Gender differences in physical activity of ten years old pupils / Razlike u tjelesnoj aktivnosti desetogodišnjaka s obzirom na spol

Donata Vidaković Samaržija, Marjeta Mišigoj-Duraković
2016 Croatian Journal of Education - Hrvatski časopis za odgoj i obrazovanje  
Insufficient physical activity (PA) of children and youth has become a growing problem in contemporary society. It is one of the factors affecting the increase of overweight preschool and young school-age children. The World Health Organization issued recommendations for children and young people to accumulate at least 60 minutes of moderate physical activity daily, but in spite of encouragement to engage in PA, the level of PA starts to decline already in adolescence (Armstrong, Welsman, &
more » ... y, 2000; Wickel, Eisenmann, & Welk, 2009) . The aim of this research was to determine the level of PA of fourth graders from several elementary schools in the city of Zadar, and differences in their PA with respect to gender. The sample consisted of 206 participants (111 female and 95 male students). The level of PA was estimated using the Physical Activity Questionnaire (PAQ-C) (Crocker, Bailey, Faulkner, Kowalski, & McGrath, 1997) . Basic descriptive indicators were calculated, while the Mann-Whitney U test was applied to test differences in the level of PA with respect to gender. Male students have a significantly higher overall level of PA than female students do (Z=-2.15, p=0.03) and they differ significantly in variables estimating the level of PA in school during break time (Z=-3.05, p=0.00) and during lunch break (Z=-3.74, p=0.00). Also, in other variables which do not show a statistically significant difference but estimate PA in the evenings, on weekends and PA by days, male students show higher levels, which means that they are physically more active. The level of PA in the total sample is low and very few respondents meet the recommended daily requirement for PA, which points to the necessity of promoting PA among all age groups, particularly among adolescents.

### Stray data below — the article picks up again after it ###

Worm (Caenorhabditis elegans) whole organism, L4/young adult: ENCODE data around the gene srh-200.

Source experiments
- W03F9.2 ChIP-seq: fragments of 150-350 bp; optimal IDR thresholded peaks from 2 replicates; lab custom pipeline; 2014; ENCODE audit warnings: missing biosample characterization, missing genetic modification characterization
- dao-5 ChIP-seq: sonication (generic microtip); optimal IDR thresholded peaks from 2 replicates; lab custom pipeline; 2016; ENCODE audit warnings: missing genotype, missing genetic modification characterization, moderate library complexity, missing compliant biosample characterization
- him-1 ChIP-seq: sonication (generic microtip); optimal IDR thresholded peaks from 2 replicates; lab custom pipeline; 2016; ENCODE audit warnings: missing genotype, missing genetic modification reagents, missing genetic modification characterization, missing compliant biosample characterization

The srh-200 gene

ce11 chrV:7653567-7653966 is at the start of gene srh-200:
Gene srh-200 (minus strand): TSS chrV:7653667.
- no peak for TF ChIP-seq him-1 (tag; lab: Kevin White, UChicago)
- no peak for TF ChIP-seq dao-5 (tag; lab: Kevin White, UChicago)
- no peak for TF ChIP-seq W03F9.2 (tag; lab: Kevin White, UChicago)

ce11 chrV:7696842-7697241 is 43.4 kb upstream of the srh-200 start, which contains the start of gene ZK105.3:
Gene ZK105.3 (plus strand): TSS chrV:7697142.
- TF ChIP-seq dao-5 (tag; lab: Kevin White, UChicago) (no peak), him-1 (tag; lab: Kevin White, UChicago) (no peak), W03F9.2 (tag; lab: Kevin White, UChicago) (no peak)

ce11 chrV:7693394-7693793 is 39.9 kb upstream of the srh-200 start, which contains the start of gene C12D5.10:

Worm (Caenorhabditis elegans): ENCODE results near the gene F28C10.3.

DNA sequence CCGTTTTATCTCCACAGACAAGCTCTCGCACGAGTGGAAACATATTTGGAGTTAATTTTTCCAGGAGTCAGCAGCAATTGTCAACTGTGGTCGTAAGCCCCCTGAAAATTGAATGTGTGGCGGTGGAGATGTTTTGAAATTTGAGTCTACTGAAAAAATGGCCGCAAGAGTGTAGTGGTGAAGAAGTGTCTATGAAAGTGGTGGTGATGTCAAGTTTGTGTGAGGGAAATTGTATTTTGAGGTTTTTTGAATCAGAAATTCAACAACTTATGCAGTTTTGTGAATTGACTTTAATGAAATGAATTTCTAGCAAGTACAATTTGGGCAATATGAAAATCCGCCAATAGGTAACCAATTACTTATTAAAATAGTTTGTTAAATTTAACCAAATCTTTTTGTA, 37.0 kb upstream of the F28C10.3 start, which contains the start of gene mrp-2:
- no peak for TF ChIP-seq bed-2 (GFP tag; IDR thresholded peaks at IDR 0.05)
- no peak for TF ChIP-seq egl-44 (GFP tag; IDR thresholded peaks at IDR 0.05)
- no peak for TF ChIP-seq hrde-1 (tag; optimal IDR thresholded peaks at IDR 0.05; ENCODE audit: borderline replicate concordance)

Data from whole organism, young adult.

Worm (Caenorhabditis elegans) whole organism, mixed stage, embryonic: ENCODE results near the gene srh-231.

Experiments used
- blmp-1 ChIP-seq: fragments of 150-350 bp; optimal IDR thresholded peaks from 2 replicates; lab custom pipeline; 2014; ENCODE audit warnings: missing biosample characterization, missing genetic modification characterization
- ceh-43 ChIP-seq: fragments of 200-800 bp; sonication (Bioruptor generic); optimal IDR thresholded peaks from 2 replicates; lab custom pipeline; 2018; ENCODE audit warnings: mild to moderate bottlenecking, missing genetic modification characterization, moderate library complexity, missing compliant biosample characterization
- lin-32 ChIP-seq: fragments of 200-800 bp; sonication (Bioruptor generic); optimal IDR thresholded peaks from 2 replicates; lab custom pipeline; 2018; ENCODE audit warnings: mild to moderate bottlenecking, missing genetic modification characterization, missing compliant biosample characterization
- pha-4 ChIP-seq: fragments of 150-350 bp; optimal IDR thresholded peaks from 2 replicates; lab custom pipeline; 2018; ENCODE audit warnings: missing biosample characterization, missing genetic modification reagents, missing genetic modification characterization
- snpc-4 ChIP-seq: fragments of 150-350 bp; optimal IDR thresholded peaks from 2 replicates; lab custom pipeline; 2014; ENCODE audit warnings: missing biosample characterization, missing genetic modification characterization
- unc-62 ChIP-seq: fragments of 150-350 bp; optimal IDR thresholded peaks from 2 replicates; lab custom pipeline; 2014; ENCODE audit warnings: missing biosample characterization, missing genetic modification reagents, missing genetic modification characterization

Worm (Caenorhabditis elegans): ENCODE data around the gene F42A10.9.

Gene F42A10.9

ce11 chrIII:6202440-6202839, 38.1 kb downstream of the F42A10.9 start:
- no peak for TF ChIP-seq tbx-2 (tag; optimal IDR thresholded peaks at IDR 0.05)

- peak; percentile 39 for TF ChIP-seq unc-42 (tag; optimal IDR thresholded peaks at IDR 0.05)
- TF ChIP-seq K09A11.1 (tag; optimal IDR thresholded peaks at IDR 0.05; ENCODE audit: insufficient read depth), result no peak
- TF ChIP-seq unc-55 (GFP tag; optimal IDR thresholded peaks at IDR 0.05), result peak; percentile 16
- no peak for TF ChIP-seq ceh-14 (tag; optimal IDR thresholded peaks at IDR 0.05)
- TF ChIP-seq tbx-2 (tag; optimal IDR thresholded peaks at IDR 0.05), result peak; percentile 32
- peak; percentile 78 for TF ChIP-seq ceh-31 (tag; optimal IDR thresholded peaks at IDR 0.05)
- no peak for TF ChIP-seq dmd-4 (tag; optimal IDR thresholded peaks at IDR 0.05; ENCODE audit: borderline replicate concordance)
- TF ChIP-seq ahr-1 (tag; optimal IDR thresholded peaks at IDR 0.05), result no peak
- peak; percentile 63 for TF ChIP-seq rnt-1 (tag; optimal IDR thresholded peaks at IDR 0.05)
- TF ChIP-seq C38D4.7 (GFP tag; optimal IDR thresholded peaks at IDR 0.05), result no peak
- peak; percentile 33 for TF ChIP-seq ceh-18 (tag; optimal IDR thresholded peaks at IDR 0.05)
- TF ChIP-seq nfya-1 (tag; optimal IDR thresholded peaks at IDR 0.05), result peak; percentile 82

doi:10.15516/cje.v18i0.2166 fatcat:zznd6oucfbbchpdzqsvsropk7q